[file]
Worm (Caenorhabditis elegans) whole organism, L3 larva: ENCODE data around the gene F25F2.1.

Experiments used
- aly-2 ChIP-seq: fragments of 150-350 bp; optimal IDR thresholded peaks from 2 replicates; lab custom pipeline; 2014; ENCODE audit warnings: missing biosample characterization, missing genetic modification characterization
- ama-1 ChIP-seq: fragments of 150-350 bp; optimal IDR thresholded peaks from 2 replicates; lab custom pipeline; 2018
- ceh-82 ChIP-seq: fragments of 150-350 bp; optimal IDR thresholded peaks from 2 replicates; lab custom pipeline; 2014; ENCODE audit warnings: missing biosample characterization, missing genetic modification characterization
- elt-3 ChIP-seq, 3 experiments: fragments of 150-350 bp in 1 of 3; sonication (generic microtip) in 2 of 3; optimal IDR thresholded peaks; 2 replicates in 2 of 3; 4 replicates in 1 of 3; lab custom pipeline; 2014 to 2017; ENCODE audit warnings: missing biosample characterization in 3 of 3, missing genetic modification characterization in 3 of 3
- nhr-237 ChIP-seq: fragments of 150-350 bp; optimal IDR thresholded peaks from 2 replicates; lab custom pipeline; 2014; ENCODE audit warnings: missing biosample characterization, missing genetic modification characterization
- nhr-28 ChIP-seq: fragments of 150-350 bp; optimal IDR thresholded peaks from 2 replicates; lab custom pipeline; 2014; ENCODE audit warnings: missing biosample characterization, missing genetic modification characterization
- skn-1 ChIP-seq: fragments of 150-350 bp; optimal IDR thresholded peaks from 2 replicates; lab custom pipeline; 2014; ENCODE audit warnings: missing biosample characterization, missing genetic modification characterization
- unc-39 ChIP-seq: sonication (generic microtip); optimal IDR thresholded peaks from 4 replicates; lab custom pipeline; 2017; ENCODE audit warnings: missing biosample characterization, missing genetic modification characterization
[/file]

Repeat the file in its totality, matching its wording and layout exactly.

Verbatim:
Worm (Caenorhabditis elegans) whole organism, L3 larva: ENCODE data around the gene F25F2.1.

Experiments used
- aly-2 ChIP-seq: fragments of 150-350 bp; optimal IDR thresholded peaks from 2 replicates; lab custom pipeline; 2014; ENCODE audit warnings: missing biosample characterization, missing genetic modification characterization
- ama-1 ChIP-seq: fragments of 150-350 bp; optimal IDR thresholded peaks from 2 replicates; lab custom pipeline; 2018
- ceh-82 ChIP-seq: fragments of 150-350 bp; optimal IDR thresholded peaks from 2 replicates; lab custom pipeline; 2014; ENCODE audit warnings: missing biosample characterization, missing genetic modification characterization
- elt-3 ChIP-seq, 3 experiments: fragments of 150-350 bp in 1 of 3; sonication (generic microtip) in 2 of 3; optimal IDR thresholded peaks; 2 replicates in 2 of 3; 4 replicates in 1 of 3; lab custom pipeline; 2014 to 2017; ENCODE audit warnings: missing biosample characterization in 3 of 3, missing genetic modification characterization in 3 of 3
- nhr-237 ChIP-seq: fragments of 150-350 bp; optimal IDR thresholded peaks from 2 replicates; lab custom pipeline; 2014; ENCODE audit warnings: missing biosample characterization, missing genetic modification characterization
- nhr-28 ChIP-seq: fragments of 150-350 bp; optimal IDR thresholded peaks from 2 replicates; lab custom pipeline; 2014; ENCODE audit warnings: missing biosample characterization, missing genetic modification characterization
- skn-1 ChIP-seq: fragments of 150-350 bp; optimal IDR thresholded peaks from 2 replicates; lab custom pipeline; 2014; ENCODE audit warnings: missing biosample characterization, missing genetic modification characterization
- unc-39 ChIP-seq: sonication (generic microtip); optimal IDR thresholded peaks from 4 replicates; lab custom pipeline; 2017; ENCODE audit warnings: missing biosample characterization, missing genetic modification characterization